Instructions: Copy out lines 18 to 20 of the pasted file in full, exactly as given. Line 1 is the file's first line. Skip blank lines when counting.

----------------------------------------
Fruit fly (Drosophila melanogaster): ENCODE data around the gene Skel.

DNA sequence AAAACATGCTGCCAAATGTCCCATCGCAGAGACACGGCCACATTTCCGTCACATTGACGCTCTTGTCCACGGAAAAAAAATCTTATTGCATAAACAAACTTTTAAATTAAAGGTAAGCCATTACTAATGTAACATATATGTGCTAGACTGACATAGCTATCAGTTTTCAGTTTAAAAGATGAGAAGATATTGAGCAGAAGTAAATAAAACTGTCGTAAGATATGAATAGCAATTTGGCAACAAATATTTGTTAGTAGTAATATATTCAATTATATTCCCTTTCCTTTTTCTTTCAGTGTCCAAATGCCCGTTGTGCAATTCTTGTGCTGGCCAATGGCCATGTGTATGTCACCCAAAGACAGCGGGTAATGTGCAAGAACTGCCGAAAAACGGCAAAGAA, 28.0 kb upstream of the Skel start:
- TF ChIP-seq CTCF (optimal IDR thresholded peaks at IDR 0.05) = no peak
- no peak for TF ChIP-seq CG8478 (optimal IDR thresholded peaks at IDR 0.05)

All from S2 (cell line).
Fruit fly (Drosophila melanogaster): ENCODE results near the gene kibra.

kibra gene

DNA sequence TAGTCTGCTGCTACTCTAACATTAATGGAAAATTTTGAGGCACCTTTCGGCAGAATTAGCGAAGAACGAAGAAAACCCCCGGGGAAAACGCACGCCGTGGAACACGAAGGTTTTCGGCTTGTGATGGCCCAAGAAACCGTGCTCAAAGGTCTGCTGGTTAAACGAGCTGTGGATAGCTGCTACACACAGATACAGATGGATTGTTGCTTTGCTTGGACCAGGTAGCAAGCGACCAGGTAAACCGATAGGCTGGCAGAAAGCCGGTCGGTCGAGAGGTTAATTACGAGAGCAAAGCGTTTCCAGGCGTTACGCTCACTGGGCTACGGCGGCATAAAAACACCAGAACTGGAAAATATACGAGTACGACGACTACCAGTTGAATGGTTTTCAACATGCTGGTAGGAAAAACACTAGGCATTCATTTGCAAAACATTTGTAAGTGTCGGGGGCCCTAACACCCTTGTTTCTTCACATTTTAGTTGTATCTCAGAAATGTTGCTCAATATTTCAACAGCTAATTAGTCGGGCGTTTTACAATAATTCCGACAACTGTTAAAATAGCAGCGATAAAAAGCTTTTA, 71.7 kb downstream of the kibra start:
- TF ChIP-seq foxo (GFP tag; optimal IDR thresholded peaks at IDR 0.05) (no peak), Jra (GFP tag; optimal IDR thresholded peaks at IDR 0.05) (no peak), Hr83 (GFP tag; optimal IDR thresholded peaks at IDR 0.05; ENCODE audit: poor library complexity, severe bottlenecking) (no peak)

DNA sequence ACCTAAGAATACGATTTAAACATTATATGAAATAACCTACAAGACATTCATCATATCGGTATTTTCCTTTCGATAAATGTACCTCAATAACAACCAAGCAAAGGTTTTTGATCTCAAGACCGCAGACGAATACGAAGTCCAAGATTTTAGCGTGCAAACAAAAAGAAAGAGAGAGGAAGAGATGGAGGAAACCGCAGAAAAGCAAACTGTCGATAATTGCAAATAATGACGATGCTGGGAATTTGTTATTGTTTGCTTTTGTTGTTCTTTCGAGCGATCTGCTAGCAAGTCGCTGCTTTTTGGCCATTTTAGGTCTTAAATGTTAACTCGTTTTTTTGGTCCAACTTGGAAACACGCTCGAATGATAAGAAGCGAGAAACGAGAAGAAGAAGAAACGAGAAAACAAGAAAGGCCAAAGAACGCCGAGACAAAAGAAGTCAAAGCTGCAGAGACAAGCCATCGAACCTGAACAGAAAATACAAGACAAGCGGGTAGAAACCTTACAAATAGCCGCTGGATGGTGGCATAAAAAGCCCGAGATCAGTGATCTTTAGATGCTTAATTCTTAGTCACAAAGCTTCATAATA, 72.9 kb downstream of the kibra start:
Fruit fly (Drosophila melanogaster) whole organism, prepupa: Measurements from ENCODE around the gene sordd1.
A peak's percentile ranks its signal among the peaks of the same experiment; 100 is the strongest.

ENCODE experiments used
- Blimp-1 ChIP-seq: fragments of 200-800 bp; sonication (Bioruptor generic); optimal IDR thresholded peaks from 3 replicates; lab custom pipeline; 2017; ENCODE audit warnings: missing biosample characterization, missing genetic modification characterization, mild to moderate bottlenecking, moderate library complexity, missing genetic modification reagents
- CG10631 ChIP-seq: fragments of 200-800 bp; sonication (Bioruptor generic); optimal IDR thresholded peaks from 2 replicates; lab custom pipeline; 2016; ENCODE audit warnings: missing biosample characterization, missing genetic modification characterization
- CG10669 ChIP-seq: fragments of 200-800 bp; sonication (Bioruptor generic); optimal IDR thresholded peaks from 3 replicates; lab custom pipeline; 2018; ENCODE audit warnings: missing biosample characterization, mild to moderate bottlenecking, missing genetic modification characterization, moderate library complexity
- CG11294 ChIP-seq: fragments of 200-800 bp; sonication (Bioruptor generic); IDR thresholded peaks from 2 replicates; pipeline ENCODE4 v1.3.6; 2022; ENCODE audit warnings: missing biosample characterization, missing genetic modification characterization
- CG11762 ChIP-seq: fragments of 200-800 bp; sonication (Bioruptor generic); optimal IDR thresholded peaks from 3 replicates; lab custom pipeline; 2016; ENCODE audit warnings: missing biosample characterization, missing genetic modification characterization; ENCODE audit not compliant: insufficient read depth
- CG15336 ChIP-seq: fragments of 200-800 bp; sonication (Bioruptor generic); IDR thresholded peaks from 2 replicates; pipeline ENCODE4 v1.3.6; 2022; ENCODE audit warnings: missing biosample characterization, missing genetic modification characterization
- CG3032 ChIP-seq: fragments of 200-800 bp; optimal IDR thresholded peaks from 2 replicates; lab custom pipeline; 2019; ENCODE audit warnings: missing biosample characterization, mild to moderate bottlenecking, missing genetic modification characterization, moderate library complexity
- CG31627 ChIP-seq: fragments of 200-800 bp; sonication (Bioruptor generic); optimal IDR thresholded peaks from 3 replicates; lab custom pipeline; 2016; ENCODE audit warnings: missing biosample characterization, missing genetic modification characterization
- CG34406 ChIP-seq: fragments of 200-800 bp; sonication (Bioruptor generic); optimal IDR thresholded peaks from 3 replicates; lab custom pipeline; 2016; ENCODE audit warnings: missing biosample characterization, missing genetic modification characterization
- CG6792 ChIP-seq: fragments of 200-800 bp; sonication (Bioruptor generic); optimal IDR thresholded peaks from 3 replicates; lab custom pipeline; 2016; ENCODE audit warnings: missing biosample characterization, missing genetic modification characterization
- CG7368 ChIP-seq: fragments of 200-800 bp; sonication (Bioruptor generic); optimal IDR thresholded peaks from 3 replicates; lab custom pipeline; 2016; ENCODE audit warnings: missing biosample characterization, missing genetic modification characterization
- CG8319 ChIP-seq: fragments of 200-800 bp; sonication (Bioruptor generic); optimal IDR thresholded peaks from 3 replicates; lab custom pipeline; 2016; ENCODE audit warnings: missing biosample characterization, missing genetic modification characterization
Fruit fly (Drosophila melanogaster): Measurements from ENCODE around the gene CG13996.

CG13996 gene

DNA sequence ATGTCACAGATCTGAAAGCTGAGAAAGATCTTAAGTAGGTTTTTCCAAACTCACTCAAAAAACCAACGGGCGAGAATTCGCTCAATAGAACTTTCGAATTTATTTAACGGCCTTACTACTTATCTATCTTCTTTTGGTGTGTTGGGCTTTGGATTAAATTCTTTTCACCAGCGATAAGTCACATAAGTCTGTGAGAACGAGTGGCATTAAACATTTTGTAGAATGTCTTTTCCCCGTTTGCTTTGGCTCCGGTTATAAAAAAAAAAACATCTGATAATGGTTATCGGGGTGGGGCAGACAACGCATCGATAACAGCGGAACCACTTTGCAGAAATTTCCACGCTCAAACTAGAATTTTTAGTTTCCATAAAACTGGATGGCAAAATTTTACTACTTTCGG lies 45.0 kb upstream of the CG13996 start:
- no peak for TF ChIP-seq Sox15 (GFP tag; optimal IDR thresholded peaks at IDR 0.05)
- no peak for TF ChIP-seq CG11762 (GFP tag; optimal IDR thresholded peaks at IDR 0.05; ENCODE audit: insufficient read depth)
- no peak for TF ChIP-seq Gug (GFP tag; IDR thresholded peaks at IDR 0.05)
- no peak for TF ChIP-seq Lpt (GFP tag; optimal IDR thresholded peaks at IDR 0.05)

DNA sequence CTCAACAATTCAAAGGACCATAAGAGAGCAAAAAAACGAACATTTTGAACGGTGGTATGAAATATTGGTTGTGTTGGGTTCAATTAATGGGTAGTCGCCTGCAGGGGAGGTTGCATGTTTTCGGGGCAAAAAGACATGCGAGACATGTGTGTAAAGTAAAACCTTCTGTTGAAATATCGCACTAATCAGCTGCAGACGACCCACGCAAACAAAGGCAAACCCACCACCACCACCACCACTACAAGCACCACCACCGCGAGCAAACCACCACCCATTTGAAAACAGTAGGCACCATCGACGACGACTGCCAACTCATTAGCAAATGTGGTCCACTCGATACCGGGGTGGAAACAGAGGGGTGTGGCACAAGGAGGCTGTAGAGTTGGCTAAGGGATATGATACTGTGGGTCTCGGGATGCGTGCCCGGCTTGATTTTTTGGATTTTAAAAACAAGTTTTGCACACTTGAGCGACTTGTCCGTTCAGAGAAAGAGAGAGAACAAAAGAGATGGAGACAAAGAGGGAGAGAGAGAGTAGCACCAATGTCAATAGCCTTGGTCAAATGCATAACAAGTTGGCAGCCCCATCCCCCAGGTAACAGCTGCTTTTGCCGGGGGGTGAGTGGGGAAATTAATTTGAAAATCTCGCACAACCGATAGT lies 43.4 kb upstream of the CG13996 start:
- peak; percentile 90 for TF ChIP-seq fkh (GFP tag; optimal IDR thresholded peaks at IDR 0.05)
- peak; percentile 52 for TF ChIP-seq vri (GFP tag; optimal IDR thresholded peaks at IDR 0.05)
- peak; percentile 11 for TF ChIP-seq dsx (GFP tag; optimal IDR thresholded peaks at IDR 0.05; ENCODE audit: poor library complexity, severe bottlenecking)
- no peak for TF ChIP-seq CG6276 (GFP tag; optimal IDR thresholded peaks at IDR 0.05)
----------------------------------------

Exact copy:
- CG11762 ChIP-seq: fragments of 200-800 bp; sonication (Bioruptor generic); optimal IDR thresholded peaks from 3 replicates; lab custom pipeline; 2016; ENCODE audit warnings: missing biosample characterization, missing genetic modification characterization; ENCODE audit not compliant: insufficient read depth
- CG15336 ChIP-seq: fragments of 200-800 bp; sonication (Bioruptor generic); IDR thresholded peaks from 2 replicates; pipeline ENCODE4 v1.3.6; 2022; ENCODE audit warnings: missing biosample characterization, missing genetic modification characterization
- CG3032 ChIP-seq: fragments of 200-800 bp; optimal IDR thresholded peaks from 2 replicates; lab custom pipeline; 2019; ENCODE audit warnings: missing biosample characterization, mild to moderate bottlenecking, missing genetic modification characterization, moderate library complexity